But in much of the rest of the speech she repeatedly fell back into aspects of a Washington conventional wisdom that have made for the persistence of problems rather than the solution of them. This was true, for example, in portions of her discussion of relationships with allies and adversaries. She showed a good understanding of what diplomacy with adversaries consists of when she remarked that these are “countries that share some common interests with us amid many disagreements” and that “Donald doesn’t see the complexity” involved. But she gave no acknowledgment that there also are mixtures of common interests and disagreements—indeed, not just disagreements but conflicting interests—in relations with countries commonly considered allies. This arose, for instance, when amid her appropriate defense of the diplomacy leading to the nuclear agreement with Iran she started talking about the security of Israel—without mentioning that the Israeli government has done all it can to subvert and kill the very agreement she was defending.
Clinton’s discussion of policy on ISIS reflected the usual Washington approach of just doing more, especially more militarily, in response to such problems without stepping back to ask more fundamental questions about costs, effects, and where major U.S. interests lie. Clinton was correct in asserting that her “plan for defeating ISIS” is more specific and transparent than Trump’s. But the “plan” appears to consist of current policies involving diplomacy aimed at settling the Syrian civil war while also saying that the United States should “take out their strongholds in Iraq and Syria by intensifying the air campaign and stepping up our support for Arab and Kurdish forces on the ground.” That all-too-commonly used phrase “take out” disguises a multitude of omissions of figuring out what happens next after such an adversary has been “taken out” and whether such action does anything at all on balance to reduce violence and extremism. The difference between “taking out” an adversary such as ISIS and, as Trump would put it, ”bombing the s—t” out of that adversary may mainly be one of the primness or vulgarity of the expression.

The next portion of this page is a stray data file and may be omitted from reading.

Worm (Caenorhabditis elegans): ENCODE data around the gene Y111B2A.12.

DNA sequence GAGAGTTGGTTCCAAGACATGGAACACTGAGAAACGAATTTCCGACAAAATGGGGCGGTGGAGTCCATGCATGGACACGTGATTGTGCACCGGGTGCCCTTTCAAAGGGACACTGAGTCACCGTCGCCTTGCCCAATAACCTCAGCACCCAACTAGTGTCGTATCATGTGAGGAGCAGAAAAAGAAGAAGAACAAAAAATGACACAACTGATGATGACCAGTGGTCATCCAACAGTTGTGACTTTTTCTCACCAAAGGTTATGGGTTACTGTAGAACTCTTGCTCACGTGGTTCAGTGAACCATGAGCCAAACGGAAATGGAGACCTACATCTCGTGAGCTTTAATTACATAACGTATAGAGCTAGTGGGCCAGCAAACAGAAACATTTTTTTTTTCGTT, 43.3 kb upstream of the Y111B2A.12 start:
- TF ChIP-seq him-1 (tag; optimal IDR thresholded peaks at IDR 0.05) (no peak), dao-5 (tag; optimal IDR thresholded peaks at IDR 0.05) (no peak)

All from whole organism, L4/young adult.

Clinton’s overall approach is grounded in that central tenet of Washington conventional wisdom that, as she put it in the speech, “America is an exceptional country,” that “we lead with purpose, and we prevail,” and that “if America doesn’t lead, we leave a vacuum – and that will either cause chaos, or other countries will rush in to fill the void.” The awful metaphor of a vacuum, with the misleading notion that in any troubled place in the world if the United States does not occupy it then bad vapors will whoosh in, has underlain thinking that has repeatedly meant costly trouble for the United States, including in some of the places where U.S. troops are found today.
The longstanding, despite being damaging, conventional wisdom central to Hillary Clinton’s thinking on foreign policy mirrors what was laid out at greater length in the recently released report from the Center for New American Security titled “Extending American Power”. As critical readers of that report have noted, it represents a mashing of neoconservatism and liberal interventionism and arecipe for repeating many of the failures that have contributed to the very unease and wishing for change that have helped to build support for Donald Trump, notwithstanding how little he has to contribute in the way of solutions.
This election year evidently is not going to be the year for positive redirection of U.S. national security policy. The first priority needs to be to keep dangerous incoherence out of the White House, because that is where the biggest potential damage to U.S. interests lies. Staying stuck in the rut of conventional wisdom is the relatively safer choice, although it’s too bad we won’t have a chance for something better.
This article was first published by the National Interest and was reprinted here with permission. Photo of Hillary Clinton by Marc Nozell via Flickr.